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Thread: 44 Magnum +P Ammo

  1. #1

    Default 44 Magnum +P Ammo

    I don't have any experience with this type of ammo but I am interested in buying an 'OMG a bear is eating my leg' type of gun (most likely a 44 mag). I obviously want one with some zing to it but this ammo is double the muzzle energy levels of normal ammo. I can't imagine what the chamber pressures would have to be and IF the guns could handle this for long. What do you all think?
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    Default

    I've handloaded for my 5.5 " Ruger Redhawk 44 mag for many years, even using 328 grn hard cast bullets (non GC) fueled by carefully worked-up heavy doses of W296...no problems at all. However, not all revolvers are equal in strength, and that is a factor that you need to consider if you choose to shoot heavy for caliber bullets with maximum charges. Do some research and find out which revolver manufacturers and models are known to be strong...some are not as strong as others. I prefer Rugers, but that is my preference not a scientificly determined superiority.

    My carry pistol in the field is a customized 4.75" Ruger Super Redhawk in .454 Casull.

  3. #3

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    I agree with Doc. I sure wouldn't do it in a Smith, but probably wouldn't be afraid to try them in one of my Redhawks if the ammo came from a reputable manufacturer. I keep loads for my Smiths and Rugers segregated and carefully labelled, because some of the hot loads my Ruger likes completely freeze up my Smiths. I pretty much stick to standard factory loads and pressures in the Smiths.

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    Default Last-Ditch Cure for Bear Infestations?

    Quote Originally Posted by Backcuntry View Post
    I don't have any experience with this type of ammo but I am interested in buying an 'OMG a bear is eating my leg' type of gun (most likely a 44 mag). I obviously want one with some zing to it but this ammo is double the muzzle energy levels of normal ammo. I can't imagine what the chamber pressures would have to be and IF the guns could handle this for long. What do you all think?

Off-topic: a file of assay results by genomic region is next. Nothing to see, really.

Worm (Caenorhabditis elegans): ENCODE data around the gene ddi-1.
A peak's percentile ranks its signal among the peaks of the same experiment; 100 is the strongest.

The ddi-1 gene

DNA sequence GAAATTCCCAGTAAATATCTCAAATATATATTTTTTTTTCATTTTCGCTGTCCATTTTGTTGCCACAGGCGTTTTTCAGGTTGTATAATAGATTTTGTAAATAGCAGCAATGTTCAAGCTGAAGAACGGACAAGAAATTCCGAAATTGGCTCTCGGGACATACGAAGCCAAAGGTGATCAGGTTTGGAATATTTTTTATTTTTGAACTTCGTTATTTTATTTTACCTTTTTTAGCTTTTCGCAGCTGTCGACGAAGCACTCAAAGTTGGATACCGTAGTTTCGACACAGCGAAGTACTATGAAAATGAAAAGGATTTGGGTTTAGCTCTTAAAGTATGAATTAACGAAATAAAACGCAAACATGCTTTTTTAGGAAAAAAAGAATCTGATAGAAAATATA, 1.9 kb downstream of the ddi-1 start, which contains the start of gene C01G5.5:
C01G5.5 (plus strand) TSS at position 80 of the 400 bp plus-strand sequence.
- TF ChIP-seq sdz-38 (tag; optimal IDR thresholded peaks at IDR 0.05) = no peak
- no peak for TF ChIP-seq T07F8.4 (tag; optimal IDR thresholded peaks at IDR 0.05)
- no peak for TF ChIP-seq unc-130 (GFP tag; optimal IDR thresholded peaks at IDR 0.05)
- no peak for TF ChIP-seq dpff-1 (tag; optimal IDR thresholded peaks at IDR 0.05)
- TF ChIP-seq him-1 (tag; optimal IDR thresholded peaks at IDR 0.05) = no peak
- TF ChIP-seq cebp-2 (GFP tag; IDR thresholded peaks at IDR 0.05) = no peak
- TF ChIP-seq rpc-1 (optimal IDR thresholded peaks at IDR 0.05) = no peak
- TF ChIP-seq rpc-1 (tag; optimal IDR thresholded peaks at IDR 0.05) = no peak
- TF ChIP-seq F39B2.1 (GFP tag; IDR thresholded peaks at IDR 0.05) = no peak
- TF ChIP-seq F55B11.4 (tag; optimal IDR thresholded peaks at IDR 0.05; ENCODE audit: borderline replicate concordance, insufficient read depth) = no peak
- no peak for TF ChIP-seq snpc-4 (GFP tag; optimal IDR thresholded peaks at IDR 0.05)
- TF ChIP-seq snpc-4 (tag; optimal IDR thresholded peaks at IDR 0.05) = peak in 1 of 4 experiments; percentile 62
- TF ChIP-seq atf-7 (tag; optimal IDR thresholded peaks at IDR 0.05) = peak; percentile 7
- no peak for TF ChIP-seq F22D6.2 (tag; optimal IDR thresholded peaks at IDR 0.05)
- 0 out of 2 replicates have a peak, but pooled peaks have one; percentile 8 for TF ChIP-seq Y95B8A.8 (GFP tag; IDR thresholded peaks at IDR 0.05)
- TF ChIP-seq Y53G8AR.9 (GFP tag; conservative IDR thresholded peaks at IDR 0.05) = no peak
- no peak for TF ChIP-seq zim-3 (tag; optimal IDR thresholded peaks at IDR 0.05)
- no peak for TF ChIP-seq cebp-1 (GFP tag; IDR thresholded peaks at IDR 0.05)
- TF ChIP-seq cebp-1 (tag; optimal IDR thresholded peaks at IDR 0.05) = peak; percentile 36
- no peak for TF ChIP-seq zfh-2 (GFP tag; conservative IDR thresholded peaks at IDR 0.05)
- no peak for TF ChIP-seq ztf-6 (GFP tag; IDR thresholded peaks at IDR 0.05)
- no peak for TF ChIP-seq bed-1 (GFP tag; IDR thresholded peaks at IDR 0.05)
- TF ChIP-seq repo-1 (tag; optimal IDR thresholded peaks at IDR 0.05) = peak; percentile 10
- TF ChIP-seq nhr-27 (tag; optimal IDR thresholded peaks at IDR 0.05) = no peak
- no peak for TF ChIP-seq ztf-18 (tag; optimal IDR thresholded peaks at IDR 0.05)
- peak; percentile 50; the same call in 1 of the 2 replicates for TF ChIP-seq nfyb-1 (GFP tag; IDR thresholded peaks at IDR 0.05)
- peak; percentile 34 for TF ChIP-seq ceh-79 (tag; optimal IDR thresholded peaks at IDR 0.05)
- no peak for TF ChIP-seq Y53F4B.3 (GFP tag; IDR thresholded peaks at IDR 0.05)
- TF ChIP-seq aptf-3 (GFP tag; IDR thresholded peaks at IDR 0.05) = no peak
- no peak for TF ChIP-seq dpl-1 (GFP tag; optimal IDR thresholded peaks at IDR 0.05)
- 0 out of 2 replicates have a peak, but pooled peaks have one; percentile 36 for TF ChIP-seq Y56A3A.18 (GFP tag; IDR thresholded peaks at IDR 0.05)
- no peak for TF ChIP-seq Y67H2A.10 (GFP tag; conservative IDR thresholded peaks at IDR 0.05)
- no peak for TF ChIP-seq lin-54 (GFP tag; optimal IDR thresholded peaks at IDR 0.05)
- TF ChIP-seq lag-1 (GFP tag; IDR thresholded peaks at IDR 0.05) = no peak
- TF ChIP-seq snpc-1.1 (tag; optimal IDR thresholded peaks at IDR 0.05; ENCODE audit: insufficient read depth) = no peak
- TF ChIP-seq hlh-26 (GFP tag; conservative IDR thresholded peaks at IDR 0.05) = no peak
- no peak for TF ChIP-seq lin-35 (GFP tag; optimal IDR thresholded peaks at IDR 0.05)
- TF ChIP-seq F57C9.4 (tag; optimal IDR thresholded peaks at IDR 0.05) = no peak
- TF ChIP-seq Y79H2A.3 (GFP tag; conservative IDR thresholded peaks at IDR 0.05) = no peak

I have no idea how much experience you have with guns or handguns, nor how much woodcraft skills you have. That information would help us help you. Tell us a little about yourself.

    To take a first stab at answering your question:

    #1 Education. Learn how bears behave and how to adapt your behaviour for best results.

    #2 500 S&W has got over twice the power of the 44 Mag and throws a heavier bullet (for deeper penetration).

    #3 44 Mag 300 grain solids would be adequate, but you had better know bear anatomy and physiology and be able to shoot very well under pressure (of course, this applies to all shooting of any kind, just more so the lighter the cartridge).

    #4 The selection of adequate rounds is wider in single action revolvers, such as the 475 and 500 Linebaugh and others of that ilk. Fine weapons.

    #5 Practice practice practice.

    #6 The reporting requirements in aftermath of a self-defense bear shooting should be studied before you venture afield.

    #7 In the several forums I have followed referring to exactly your question (in various dimensions), the mention of bear spray almost always stirs up a firestorm. Because it is controversial, it is worth considering (as a substitute for a firearm or as a supplement.)

    #8 Believe only half of what you see and one-quarter of what you hear. That goes double for what you find on the internet. There are lots of knowledgeable people out here who give good, considered advice, and lots of yahoos blowing smoke. It is up to you to sort them out and decide which is which. Including me.

    Good luck,

    Lost Sheep (Larry)

    P.S. My best friend here in Alaska has chosen the .500 Smith & Wesson with a 4" barrel. I chose a .454 Casull Ruger Super Redhawk (because I like the lockwork and strength of the Ruger). I might have gone for the 480 Ruger, a shortened 475 Linebaugh, but I already had a Freedom Arms 454. I used to carry a .44 Magnum Ruger with 265 grain Barnes Solids from Arctic Ammunition Co. A lot of folks choose the Ruger "Alaskan" for its very short barrel, but I figure velocity out of the barrel is more important than speed out of the holster.

  5. #5

    Default A little of what I am thinking

    I have been an avid outdoorsman doing both hunting and fishing most of my 35 years. I am from Missouri so Alaska is completely new territory. I have spent my adult life in the military and have many years of staying in the field but under military conditions which isn't the same as back-country hunting conditions. As far as firearms experience, I have been around guns and have handled them most of my life but I don't have any experience with revolvers at all. I use a Glock 22 for protection when I go to my tree stand down here and my concern is the cougars that are growing in population down here and I have seen sign of where I hunt...though I have never seen one personally. As far as bear spray goes, yes it does cause a firestorm but in my opinion I would rather try that to change a bears mind that is getting to close that shooting and wounding the bear and having to deal with his survival instincts.